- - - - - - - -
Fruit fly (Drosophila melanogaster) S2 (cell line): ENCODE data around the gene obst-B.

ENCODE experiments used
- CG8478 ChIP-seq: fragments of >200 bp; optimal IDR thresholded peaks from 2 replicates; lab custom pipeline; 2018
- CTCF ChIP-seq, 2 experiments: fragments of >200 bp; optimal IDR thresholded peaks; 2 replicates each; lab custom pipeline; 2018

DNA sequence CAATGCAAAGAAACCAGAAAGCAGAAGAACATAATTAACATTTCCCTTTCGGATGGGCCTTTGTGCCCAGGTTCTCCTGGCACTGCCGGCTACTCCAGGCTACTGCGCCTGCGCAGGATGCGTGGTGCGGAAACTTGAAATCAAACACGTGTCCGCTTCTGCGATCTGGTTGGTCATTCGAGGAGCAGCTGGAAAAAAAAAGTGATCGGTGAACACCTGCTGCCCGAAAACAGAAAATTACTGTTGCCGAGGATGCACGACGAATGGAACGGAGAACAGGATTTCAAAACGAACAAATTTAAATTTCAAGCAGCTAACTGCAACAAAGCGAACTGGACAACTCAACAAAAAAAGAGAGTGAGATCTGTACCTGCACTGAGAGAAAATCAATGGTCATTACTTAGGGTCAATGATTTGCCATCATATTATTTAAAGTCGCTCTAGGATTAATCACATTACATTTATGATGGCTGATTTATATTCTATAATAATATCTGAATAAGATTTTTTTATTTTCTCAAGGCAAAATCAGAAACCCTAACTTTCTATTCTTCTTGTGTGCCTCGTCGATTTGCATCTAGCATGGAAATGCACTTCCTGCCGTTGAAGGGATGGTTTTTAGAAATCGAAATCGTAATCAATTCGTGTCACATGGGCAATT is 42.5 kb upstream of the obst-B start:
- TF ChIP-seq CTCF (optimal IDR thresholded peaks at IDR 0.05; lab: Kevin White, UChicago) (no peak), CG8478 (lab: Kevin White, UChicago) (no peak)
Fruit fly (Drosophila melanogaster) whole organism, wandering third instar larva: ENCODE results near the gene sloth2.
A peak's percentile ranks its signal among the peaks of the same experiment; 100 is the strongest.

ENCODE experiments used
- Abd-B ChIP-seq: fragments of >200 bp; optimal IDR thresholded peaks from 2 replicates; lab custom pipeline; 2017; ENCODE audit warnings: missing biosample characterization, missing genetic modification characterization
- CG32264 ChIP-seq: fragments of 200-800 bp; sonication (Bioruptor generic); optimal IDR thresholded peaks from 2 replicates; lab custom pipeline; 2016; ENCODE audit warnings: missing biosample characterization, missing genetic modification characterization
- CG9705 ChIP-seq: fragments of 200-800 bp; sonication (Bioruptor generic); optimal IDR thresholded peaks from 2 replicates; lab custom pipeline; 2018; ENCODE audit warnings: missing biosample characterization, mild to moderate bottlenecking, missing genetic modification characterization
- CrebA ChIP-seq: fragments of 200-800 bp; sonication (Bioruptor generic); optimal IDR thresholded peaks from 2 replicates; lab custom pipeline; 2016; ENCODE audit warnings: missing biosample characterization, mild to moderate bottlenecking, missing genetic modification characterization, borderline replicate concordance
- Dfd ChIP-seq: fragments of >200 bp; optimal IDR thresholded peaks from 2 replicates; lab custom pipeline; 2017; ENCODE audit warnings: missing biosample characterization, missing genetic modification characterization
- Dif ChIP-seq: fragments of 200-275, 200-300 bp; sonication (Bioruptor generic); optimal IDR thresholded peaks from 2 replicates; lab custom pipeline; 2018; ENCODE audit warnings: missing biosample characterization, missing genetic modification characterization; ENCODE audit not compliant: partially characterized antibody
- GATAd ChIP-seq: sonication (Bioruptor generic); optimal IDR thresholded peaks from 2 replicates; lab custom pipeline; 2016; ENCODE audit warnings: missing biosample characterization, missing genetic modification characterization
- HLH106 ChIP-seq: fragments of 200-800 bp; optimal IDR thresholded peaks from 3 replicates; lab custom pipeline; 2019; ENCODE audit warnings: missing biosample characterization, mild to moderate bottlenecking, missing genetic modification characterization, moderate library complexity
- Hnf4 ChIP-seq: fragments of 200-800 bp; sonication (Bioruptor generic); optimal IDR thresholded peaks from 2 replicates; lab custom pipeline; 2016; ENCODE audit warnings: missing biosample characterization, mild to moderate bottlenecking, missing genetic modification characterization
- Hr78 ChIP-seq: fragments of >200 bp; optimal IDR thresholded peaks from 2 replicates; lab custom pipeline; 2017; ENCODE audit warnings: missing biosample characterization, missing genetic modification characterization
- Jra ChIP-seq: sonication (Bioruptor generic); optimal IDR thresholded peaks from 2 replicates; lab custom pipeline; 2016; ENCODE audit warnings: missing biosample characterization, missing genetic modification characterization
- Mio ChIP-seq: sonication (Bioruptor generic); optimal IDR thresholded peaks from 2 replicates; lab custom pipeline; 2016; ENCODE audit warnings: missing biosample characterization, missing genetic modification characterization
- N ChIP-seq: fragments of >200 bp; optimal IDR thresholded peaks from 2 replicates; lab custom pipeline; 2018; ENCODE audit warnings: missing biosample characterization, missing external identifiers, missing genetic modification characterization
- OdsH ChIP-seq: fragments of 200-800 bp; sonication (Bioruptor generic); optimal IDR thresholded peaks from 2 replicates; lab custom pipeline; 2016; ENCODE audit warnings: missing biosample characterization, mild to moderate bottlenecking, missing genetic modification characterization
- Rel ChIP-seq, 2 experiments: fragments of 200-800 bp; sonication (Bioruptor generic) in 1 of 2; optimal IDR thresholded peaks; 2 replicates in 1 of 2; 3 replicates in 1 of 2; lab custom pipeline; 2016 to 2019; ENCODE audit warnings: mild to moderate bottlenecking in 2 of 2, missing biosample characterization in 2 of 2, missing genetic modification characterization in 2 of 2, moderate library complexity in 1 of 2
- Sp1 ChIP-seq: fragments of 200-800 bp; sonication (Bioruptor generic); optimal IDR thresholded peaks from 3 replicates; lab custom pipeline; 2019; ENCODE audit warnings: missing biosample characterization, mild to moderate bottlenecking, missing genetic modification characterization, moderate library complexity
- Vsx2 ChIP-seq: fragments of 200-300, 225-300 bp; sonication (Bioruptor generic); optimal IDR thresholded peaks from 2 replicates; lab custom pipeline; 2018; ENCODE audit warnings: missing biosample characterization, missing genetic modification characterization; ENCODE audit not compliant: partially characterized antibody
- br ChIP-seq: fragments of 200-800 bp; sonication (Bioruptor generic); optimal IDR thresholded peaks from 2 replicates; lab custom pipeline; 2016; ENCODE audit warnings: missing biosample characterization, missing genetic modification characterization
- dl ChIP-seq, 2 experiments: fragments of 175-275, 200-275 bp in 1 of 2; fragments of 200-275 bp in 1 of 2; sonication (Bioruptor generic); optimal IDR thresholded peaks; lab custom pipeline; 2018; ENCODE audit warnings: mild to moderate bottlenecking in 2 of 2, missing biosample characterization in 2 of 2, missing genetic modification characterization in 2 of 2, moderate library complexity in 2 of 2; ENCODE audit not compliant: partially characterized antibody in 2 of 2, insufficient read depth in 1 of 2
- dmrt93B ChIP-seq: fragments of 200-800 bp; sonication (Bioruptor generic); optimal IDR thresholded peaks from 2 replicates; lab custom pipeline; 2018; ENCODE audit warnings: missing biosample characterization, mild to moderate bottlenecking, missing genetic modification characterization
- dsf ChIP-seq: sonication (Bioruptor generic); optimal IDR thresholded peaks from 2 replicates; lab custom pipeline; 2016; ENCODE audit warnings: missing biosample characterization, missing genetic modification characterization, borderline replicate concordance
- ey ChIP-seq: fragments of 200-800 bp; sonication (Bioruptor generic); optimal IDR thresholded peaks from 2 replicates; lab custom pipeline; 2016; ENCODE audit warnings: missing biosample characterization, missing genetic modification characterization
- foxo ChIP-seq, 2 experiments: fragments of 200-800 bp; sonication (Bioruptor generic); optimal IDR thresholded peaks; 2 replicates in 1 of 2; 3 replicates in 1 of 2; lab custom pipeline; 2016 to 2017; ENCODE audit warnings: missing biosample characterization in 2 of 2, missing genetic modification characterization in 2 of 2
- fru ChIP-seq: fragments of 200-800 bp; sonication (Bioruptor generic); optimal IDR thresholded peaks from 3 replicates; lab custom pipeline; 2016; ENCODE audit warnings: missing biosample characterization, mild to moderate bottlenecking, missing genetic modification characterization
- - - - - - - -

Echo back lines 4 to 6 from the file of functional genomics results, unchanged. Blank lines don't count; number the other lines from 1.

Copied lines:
- CTCF ChIP-seq, 2 experiments: fragments of >200 bp; optimal IDR thresholded peaks; 2 replicates each; lab custom pipeline; 2018

DNA sequence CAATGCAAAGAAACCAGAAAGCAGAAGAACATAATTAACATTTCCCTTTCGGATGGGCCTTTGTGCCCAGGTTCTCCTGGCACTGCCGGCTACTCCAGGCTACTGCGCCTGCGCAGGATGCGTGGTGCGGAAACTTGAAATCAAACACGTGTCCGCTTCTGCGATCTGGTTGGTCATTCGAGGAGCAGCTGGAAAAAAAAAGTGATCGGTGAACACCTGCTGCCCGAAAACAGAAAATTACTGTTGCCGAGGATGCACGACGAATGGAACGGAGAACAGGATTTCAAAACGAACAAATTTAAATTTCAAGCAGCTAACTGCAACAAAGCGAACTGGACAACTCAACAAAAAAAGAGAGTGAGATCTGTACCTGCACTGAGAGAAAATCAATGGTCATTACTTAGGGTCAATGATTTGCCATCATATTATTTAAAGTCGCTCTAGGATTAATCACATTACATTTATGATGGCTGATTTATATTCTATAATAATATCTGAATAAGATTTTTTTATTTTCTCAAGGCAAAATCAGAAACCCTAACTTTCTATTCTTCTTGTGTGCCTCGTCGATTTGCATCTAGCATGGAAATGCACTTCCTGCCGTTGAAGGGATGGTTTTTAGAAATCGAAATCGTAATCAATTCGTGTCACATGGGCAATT is 42.5 kb upstream of the obst-B start:
- TF ChIP-seq CTCF (optimal IDR thresholded peaks at IDR 0.05; lab: Kevin White, UChicago) (no peak), CG8478 (lab: Kevin White, UChicago) (no peak)